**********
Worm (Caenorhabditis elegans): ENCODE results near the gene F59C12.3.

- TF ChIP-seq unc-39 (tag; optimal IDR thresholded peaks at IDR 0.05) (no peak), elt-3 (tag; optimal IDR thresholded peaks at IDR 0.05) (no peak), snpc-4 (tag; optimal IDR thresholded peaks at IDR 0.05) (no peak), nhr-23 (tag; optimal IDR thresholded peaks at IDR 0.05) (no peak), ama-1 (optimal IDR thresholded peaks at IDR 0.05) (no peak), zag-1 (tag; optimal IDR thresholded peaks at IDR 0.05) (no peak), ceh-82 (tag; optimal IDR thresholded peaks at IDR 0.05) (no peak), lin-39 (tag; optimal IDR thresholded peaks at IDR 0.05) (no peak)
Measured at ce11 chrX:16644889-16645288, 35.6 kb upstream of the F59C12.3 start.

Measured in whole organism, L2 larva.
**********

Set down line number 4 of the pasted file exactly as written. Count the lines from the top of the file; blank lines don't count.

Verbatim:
Measured in whole organism, L2 larva.